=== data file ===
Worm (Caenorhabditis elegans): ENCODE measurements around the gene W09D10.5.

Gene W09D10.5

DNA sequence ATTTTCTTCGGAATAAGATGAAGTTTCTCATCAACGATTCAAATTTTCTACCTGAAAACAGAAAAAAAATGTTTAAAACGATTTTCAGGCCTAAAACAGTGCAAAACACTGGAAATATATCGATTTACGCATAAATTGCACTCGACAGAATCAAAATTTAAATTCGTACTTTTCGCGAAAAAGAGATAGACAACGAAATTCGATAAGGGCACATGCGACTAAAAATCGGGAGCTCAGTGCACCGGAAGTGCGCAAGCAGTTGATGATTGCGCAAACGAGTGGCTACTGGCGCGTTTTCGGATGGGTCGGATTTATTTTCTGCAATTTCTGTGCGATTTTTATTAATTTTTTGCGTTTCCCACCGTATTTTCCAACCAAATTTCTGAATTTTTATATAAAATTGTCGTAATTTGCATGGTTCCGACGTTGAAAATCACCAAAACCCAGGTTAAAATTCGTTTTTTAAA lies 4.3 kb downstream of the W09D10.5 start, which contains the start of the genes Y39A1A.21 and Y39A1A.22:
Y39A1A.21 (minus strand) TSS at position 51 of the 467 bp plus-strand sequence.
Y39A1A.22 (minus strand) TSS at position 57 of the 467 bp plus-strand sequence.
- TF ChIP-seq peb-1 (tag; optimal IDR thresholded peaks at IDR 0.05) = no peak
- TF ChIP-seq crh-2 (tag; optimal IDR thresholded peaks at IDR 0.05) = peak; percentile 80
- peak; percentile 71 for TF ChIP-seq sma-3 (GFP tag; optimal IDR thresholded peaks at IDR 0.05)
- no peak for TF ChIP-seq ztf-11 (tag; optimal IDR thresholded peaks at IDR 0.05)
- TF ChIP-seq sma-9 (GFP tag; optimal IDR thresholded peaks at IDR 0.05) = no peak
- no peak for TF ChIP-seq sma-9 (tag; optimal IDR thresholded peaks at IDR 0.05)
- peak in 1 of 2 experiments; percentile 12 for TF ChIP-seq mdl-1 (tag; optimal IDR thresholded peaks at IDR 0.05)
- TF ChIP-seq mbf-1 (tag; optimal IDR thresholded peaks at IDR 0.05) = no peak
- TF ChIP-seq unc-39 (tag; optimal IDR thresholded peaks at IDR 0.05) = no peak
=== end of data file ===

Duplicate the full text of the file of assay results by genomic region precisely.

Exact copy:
Worm (Caenorhabditis elegans): ENCODE measurements around the gene W09D10.5.

Gene W09D10.5

DNA sequence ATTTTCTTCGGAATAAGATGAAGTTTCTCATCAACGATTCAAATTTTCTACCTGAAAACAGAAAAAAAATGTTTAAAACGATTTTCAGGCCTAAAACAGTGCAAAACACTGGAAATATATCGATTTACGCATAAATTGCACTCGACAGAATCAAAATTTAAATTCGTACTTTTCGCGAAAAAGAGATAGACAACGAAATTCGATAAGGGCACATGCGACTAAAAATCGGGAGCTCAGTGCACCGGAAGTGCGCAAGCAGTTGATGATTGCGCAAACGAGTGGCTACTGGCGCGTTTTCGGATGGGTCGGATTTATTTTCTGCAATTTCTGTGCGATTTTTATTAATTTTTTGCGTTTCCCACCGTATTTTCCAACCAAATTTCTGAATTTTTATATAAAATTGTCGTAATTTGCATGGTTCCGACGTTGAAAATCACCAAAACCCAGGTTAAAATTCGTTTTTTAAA lies 4.3 kb downstream of the W09D10.5 start, which contains the start of the genes Y39A1A.21 and Y39A1A.22:
Y39A1A.21 (minus strand) TSS at position 51 of the 467 bp plus-strand sequence.
Y39A1A.22 (minus strand) TSS at position 57 of the 467 bp plus-strand sequence.
- TF ChIP-seq peb-1 (tag; optimal IDR thresholded peaks at IDR 0.05) = no peak
- TF ChIP-seq crh-2 (tag; optimal IDR thresholded peaks at IDR 0.05) = peak; percentile 80
- peak; percentile 71 for TF ChIP-seq sma-3 (GFP tag; optimal IDR thresholded peaks at IDR 0.05)
- no peak for TF ChIP-seq ztf-11 (tag; optimal IDR thresholded peaks at IDR 0.05)
- TF ChIP-seq sma-9 (GFP tag; optimal IDR thresholded peaks at IDR 0.05) = no peak
- no peak for TF ChIP-seq sma-9 (tag; optimal IDR thresholded peaks at IDR 0.05)
- peak in 1 of 2 experiments; percentile 12 for TF ChIP-seq mdl-1 (tag; optimal IDR thresholded peaks at IDR 0.05)
- TF ChIP-seq mbf-1 (tag; optimal IDR thresholded peaks at IDR 0.05) = no peak
- TF ChIP-seq unc-39 (tag; optimal IDR thresholded peaks at IDR 0.05) = no peak